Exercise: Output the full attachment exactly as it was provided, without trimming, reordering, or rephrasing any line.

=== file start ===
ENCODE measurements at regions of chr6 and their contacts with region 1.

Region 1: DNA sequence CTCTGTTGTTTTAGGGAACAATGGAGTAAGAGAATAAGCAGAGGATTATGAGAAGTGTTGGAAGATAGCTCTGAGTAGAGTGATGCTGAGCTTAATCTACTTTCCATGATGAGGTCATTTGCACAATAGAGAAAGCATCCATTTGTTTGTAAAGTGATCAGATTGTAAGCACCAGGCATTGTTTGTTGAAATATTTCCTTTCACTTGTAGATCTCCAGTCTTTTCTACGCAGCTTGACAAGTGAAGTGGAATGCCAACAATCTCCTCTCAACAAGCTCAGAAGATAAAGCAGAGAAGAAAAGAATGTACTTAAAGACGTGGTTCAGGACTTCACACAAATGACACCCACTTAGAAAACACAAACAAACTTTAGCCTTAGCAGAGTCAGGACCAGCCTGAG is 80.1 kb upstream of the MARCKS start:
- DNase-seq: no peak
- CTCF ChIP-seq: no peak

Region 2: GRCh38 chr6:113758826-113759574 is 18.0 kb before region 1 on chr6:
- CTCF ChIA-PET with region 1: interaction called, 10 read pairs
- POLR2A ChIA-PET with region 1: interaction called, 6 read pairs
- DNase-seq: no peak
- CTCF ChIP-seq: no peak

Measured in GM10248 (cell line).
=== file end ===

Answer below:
ENCODE measurements at regions of chr6 and their contacts with region 1.

Region 1: DNA sequence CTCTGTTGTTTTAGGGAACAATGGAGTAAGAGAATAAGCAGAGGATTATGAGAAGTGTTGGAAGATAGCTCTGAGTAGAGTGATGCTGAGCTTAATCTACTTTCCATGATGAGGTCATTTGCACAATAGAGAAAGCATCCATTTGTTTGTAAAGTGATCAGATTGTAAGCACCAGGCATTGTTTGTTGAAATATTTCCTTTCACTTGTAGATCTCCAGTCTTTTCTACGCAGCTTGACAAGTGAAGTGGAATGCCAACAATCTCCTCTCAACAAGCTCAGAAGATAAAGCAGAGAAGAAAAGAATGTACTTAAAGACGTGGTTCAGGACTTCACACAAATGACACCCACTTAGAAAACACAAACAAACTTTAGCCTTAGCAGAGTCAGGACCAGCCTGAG is 80.1 kb upstream of the MARCKS start:
- DNase-seq: no peak
- CTCF ChIP-seq: no peak

Region 2: GRCh38 chr6:113758826-113759574 is 18.0 kb before region 1 on chr6:
- CTCF ChIA-PET with region 1: interaction called, 10 read pairs
- POLR2A ChIA-PET with region 1: interaction called, 6 read pairs
- DNase-seq: no peak
- CTCF ChIP-seq: no peak

Measured in GM10248 (cell line).